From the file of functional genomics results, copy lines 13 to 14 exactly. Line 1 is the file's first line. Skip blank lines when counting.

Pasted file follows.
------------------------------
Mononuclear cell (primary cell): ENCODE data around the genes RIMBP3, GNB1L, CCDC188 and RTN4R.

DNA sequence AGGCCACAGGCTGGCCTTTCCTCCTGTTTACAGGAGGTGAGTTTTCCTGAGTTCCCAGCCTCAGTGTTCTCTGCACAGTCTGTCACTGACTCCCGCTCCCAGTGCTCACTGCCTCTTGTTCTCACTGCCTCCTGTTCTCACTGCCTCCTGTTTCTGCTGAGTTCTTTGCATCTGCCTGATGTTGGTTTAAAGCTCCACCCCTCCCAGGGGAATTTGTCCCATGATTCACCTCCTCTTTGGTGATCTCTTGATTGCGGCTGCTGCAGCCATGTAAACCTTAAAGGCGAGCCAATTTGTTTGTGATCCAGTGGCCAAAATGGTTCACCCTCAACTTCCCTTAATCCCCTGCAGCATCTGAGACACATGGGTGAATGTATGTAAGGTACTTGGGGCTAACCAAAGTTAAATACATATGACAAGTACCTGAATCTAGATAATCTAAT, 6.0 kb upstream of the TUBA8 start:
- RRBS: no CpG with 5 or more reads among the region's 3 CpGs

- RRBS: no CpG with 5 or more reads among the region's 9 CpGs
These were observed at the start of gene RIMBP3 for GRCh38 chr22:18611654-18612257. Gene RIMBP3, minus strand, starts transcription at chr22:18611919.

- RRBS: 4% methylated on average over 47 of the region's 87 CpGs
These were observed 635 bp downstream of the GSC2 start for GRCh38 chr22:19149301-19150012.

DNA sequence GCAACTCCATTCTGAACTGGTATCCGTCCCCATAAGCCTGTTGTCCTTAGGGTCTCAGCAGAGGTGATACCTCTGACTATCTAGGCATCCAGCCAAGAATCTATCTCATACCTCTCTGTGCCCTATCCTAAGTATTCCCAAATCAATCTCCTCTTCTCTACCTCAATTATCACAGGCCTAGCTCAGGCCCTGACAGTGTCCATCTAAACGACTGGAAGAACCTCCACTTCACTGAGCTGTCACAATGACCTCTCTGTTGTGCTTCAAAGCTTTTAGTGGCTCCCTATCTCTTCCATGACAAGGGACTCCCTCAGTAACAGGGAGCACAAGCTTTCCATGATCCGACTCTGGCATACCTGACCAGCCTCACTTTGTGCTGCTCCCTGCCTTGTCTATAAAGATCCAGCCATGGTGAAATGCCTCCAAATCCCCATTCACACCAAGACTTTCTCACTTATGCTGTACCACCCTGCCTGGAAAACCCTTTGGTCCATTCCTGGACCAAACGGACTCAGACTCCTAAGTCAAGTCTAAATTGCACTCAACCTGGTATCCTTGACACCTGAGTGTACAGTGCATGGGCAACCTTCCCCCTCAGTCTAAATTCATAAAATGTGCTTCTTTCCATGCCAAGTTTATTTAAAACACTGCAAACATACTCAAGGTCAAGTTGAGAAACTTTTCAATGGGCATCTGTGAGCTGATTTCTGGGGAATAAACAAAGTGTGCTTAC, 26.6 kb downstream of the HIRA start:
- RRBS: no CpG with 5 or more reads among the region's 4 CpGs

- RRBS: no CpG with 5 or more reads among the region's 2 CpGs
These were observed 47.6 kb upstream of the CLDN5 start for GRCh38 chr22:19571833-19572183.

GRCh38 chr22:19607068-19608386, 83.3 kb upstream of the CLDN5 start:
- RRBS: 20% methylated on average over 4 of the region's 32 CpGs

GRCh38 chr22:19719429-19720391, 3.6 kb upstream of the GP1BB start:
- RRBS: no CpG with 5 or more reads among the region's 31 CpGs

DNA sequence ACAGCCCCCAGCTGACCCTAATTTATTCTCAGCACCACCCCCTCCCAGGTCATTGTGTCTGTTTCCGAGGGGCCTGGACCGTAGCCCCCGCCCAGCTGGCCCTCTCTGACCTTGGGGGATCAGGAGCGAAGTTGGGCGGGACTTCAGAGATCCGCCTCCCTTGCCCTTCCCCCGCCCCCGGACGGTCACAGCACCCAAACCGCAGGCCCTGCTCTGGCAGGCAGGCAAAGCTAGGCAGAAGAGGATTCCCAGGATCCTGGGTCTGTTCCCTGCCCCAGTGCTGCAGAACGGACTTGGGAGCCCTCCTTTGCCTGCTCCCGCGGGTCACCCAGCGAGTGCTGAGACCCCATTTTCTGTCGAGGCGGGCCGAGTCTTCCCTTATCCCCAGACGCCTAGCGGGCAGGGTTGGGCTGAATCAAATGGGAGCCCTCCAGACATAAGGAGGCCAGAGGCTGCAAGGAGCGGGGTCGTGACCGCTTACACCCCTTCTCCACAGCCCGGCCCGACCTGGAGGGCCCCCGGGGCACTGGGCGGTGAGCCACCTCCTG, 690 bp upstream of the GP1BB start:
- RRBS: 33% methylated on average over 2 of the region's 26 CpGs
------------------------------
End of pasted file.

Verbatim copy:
- RRBS: 20% methylated on average over 4 of the region's 32 CpGs

GRCh38 chr22:19719429-19720391, 3.6 kb upstream of the GP1BB start: